Students protest BOT’s 9 percent tuition hike

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Students protest 9 percent tuition increase. Rachel Lara/PSU Vanguard

About a dozen Portland State students gathered in the Park Blocks for a rally organized by the PSU Student Union to protest the 9 percent tuition increase proposed by the Board of Trustees on Tuesday, April 11 at 10 a.m. Approximately 20 minutes before the rally began, the BOT voted to pass the increase, much to the surprise and chagrin of the protest organizers.

“They have a track record of scheduling these meetings at the most inconvenient times and running them in a way where they have absolutely full control,” said Kaden, one of the protest organizers. “We try to take that control away from them by resisting in protest. They pushed the decision to the beginning so that they could do it earlier. They were definitely hurrying through their agenda to get to that decision.”

The 9 percent tuition increase equates to an additional $693 a year for full-time undergraduate students and an additional $1251 for graduate students.

“This isn’t the first time they have raised tuition since I’ve been here,” said Michael Richardson, another protest organizer. “I’ve been here for about two years, and it’s just been steadily creeping every year. This year it’s the biggest raise that I have ever seen. And so I’m out here with [PSUSU] to speak out against it.”

At 10:20 a.m., after the protesters implored more students from campus to join them, the rally, led by a large banner reading “Welcome to Police State University,” began to march toward the Academic and Student Recreation Center, where the BOT meeting was still in session.

The rally, which had grown to around 20 students, stopped outside the Campus Public Safety Office to briefly speak out against the arming of campus police officers—another cause championed by the PSUSU with its campaign “#disarmPSU”.

“We’re here basically to talk about and listen to student voices that have been ignored in this decision-making process,” Kaden said. “They state and put out that they have a big want and need for student voices and provide every opportunity for us to become involved, when in reality that’s not the case. I know several people who were denied access to the speaker’s list when they applied to be on it within the allotted time that the Board gave us.”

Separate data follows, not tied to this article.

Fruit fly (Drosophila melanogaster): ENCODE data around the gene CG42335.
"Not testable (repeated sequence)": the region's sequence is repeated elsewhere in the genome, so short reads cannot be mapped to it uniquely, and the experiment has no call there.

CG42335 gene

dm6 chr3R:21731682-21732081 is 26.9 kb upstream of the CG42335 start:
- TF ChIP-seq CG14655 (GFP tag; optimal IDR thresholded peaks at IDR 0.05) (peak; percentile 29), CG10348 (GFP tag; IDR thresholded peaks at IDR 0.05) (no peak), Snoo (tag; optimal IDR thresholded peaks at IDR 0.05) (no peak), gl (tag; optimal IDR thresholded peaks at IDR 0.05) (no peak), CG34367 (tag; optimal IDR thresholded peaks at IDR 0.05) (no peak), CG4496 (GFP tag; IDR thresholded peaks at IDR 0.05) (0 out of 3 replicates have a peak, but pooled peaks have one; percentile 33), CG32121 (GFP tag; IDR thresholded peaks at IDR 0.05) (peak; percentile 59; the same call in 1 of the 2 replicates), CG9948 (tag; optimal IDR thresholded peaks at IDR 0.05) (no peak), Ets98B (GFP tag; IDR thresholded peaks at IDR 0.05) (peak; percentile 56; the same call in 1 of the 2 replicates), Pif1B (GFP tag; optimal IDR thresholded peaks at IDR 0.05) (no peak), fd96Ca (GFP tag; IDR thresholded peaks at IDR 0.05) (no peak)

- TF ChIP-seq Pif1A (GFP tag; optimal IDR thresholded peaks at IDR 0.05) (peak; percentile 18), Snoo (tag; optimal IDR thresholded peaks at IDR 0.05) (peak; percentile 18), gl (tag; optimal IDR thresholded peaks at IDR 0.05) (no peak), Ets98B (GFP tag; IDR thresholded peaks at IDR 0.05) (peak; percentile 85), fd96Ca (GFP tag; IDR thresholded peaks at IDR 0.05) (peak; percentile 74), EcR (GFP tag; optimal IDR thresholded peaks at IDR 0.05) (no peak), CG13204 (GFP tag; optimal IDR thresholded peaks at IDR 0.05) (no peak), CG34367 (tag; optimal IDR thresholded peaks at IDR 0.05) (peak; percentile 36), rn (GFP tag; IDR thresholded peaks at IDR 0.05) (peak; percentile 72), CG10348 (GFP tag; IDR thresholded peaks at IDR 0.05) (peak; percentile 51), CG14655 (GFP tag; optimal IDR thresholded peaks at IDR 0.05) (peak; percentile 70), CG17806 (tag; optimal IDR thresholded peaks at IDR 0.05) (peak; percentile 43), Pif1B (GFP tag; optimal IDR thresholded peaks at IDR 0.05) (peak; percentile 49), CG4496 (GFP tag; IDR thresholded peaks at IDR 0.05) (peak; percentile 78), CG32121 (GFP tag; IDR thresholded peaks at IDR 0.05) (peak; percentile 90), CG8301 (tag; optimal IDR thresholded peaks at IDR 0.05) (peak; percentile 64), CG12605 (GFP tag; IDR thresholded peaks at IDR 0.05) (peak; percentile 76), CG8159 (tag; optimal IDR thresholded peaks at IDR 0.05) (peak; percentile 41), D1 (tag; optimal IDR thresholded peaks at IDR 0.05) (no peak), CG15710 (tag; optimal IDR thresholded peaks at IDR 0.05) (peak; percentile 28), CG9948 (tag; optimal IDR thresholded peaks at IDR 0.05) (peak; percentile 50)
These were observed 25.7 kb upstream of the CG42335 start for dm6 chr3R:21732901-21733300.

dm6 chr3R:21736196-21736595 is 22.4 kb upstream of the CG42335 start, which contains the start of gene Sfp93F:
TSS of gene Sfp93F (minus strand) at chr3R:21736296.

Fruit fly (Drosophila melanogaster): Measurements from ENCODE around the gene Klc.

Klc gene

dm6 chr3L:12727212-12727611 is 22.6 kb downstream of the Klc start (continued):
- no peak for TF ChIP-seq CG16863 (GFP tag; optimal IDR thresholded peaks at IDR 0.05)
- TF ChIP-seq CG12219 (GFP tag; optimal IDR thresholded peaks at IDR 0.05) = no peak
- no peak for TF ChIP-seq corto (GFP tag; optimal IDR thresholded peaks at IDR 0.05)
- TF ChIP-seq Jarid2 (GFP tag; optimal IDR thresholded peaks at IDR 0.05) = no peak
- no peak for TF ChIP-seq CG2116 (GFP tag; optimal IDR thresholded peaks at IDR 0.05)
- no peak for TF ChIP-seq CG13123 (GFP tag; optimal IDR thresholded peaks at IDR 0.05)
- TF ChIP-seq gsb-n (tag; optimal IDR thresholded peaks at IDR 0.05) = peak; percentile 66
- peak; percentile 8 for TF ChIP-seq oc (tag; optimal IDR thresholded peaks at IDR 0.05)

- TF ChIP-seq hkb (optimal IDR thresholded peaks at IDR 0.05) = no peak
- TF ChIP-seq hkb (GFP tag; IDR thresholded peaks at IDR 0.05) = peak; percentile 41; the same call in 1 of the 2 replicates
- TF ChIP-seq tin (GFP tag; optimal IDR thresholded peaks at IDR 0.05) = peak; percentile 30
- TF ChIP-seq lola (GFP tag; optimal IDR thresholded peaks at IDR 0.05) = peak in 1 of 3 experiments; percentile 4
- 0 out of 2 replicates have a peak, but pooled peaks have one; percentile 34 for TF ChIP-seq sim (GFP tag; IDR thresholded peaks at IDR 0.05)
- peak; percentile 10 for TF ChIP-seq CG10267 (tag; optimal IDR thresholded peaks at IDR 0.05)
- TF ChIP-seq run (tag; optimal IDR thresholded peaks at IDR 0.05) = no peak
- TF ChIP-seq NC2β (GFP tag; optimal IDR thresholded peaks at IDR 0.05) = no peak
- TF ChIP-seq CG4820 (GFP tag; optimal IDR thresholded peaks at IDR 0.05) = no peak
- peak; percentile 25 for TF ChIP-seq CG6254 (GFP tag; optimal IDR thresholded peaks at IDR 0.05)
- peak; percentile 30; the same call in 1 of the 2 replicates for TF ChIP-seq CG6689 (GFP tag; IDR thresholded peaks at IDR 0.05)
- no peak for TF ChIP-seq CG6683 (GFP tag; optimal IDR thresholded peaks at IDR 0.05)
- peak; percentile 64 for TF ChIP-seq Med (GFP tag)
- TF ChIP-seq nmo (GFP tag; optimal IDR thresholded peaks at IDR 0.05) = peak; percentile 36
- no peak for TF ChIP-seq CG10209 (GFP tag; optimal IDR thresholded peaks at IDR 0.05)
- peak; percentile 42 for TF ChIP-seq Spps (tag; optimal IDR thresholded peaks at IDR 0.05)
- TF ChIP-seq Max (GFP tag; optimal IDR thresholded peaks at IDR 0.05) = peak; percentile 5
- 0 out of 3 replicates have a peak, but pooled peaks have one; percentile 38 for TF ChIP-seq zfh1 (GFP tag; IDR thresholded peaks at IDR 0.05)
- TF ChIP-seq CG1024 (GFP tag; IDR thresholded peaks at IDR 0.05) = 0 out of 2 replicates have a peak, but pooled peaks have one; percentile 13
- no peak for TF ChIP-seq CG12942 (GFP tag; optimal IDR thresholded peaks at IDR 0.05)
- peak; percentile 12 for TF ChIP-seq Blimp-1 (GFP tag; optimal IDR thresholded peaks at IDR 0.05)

According to a press release by PSU, “The Student Budget Advisory Committee, which includes students, met five times to discuss budget planning and tuition. PSU budget officials also met with the Associated Students of PSU and the Student Senate. A campus budget forum was held last month, and ASPSU and other students have submitted comments on the budget and tuition.”

Student protesters also voiced concerns about how this tuition increase would affect students who already juggle tuition with medication costs, children, and full or part-time jobs. Additionally, there were concerns about how this tuition increase, in combination with increases in rent prices in Portland, would push out lower income students.

By 10:30 a.m., the protesters made it to the fifth floor of the ASRC, where they stood outside the BOT meeting to chant and stomp their feet. Chants included, “All power to the students,” “Down with the Board,” and “They should not exist” (in reference to the BOT).

Finally, the rally came to its conclusion inside the meeting, where the BOT members took a brief break from their agenda to speak with the protesters.

“This is an uncomfortable situation,”  said BOT member Gale Castillo. “We are facing reduced funding from the state and a 20 million dollar deficit, and we’re going to address this by increasing tuition and reducing our own expenditures by $9 million. We reluctantly voted for the increase, but none of us wanted to do that.”

After the $9 million in budget reductions, which may include personnel reductions and increasing teaching loads, the remaining $11 million will be made up by the increase in tuition.

According to a press release by PSU, the university is facing budget shortfalls due to decreases in state funding, school enrollment, and increases in pension costs, health care benefits and wages which total to approximately $12 million in PSU’s general fund next year.

 

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